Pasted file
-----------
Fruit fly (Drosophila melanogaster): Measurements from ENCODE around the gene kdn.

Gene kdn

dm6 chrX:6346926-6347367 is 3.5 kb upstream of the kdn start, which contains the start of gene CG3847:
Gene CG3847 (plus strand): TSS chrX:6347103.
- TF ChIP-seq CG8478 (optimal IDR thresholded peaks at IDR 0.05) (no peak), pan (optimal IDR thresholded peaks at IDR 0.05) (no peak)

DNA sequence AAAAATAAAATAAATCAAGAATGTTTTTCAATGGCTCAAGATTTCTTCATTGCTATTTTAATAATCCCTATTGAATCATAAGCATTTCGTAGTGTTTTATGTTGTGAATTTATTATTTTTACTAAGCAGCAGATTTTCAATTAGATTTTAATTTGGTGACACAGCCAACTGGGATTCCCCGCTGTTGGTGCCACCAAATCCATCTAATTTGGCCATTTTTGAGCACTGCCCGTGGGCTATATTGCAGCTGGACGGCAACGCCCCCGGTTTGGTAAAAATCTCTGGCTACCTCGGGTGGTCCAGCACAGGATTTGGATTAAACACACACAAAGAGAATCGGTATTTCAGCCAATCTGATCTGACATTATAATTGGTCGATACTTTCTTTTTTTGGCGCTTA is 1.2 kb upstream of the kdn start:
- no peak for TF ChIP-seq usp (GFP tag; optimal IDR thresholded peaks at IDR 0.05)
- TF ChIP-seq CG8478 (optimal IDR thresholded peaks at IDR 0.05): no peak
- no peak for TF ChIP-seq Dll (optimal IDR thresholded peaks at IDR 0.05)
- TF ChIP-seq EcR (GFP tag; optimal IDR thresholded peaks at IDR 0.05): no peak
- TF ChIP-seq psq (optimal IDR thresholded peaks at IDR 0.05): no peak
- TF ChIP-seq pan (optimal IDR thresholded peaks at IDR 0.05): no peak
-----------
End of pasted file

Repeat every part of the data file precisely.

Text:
Fruit fly (Drosophila melanogaster): Measurements from ENCODE around the gene kdn.

Gene kdn

dm6 chrX:6346926-6347367 is 3.5 kb upstream of the kdn start, which contains the start of gene CG3847:
Gene CG3847 (plus strand): TSS chrX:6347103.
- TF ChIP-seq CG8478 (optimal IDR thresholded peaks at IDR 0.05) (no peak), pan (optimal IDR thresholded peaks at IDR 0.05) (no peak)

DNA sequence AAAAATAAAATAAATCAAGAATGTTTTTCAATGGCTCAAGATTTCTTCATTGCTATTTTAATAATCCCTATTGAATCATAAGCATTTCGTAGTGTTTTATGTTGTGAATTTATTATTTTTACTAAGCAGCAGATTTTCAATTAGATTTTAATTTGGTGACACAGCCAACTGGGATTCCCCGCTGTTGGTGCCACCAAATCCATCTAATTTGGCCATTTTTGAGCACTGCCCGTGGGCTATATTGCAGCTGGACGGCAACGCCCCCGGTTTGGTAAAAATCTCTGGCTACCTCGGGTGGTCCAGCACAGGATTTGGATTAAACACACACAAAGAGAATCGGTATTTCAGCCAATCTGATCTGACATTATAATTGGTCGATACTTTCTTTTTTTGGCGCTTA is 1.2 kb upstream of the kdn start:
- no peak for TF ChIP-seq usp (GFP tag; optimal IDR thresholded peaks at IDR 0.05)
- TF ChIP-seq CG8478 (optimal IDR thresholded peaks at IDR 0.05): no peak
- no peak for TF ChIP-seq Dll (optimal IDR thresholded peaks at IDR 0.05)
- TF ChIP-seq EcR (GFP tag; optimal IDR thresholded peaks at IDR 0.05): no peak
- TF ChIP-seq psq (optimal IDR thresholded peaks at IDR 0.05): no peak
- TF ChIP-seq pan (optimal IDR thresholded peaks at IDR 0.05): no peak